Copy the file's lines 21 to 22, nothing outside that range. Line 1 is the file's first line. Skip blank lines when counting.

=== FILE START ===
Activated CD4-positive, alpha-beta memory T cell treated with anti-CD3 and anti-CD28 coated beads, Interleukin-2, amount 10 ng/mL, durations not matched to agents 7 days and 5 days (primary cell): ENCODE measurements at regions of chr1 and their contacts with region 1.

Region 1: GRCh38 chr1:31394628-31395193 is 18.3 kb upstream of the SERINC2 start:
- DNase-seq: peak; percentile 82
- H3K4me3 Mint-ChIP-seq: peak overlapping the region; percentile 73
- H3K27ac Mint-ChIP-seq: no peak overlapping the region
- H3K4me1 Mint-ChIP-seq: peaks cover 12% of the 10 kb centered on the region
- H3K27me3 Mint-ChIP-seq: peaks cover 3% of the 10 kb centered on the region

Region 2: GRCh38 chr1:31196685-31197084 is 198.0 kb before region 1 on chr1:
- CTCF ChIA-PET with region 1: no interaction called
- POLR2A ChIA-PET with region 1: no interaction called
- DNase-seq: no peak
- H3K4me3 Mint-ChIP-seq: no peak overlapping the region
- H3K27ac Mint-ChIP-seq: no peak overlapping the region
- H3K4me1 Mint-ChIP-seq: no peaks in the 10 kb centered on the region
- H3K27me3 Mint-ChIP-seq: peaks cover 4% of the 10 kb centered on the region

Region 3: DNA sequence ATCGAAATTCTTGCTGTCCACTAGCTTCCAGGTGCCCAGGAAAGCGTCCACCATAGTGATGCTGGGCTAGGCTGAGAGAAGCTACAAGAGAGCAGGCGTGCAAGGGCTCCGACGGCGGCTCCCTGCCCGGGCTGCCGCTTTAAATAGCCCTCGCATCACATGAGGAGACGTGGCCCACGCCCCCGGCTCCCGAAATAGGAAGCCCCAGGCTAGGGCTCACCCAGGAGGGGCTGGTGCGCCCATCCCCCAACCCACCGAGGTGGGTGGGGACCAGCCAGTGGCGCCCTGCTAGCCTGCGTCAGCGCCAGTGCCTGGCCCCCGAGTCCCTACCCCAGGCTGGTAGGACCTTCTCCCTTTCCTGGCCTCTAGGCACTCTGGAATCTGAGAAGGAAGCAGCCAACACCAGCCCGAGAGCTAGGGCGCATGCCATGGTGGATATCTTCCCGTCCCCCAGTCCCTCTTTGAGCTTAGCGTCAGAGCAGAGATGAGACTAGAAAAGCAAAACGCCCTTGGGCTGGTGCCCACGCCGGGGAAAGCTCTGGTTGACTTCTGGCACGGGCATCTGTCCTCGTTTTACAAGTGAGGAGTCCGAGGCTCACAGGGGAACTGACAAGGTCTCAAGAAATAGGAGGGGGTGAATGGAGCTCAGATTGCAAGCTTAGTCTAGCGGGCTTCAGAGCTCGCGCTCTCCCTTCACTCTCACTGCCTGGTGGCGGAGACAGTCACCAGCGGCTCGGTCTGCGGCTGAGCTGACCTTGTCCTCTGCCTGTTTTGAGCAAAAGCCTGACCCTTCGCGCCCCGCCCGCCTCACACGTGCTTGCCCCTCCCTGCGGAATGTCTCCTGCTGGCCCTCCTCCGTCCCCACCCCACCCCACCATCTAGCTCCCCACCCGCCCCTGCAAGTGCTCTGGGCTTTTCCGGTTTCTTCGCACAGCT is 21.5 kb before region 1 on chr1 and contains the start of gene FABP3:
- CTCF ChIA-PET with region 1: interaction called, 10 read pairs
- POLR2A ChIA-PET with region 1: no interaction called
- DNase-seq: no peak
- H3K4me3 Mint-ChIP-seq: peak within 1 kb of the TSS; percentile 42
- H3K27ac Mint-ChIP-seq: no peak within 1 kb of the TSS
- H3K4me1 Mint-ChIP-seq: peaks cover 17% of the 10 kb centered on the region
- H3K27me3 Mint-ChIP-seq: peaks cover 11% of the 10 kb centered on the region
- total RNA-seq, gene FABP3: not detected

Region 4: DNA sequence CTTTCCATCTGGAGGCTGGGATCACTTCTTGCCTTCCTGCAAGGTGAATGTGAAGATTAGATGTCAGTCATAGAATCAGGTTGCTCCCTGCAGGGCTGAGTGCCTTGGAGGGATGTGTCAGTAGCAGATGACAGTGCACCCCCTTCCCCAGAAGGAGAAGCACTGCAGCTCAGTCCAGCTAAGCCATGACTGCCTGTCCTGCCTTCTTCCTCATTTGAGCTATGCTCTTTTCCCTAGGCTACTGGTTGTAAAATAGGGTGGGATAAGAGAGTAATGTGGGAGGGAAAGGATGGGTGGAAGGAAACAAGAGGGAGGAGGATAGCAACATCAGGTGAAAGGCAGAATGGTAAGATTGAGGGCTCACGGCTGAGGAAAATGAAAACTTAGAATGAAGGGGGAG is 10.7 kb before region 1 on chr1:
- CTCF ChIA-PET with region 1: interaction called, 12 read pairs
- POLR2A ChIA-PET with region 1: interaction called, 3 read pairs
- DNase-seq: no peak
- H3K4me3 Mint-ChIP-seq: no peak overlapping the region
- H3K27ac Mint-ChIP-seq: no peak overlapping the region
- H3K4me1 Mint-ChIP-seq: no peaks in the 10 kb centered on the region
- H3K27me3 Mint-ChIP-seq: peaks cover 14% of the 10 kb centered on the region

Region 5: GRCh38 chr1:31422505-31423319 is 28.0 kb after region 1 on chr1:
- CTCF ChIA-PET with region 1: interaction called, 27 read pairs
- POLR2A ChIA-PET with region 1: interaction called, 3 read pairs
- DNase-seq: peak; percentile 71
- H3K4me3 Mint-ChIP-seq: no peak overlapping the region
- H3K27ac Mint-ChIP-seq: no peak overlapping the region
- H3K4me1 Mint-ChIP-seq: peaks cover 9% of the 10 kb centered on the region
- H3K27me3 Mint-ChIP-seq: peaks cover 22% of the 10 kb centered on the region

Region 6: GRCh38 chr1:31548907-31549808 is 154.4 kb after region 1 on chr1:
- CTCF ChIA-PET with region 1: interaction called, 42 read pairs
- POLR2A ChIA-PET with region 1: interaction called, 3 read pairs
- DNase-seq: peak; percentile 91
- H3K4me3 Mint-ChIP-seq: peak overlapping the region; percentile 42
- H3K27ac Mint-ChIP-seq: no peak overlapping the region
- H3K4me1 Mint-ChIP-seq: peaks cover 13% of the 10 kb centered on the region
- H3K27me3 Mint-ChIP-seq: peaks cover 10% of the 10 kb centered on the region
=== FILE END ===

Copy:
- H3K27ac Mint-ChIP-seq: no peak within 1 kb of the TSS
- H3K4me1 Mint-ChIP-seq: peaks cover 17% of the 10 kb centered on the region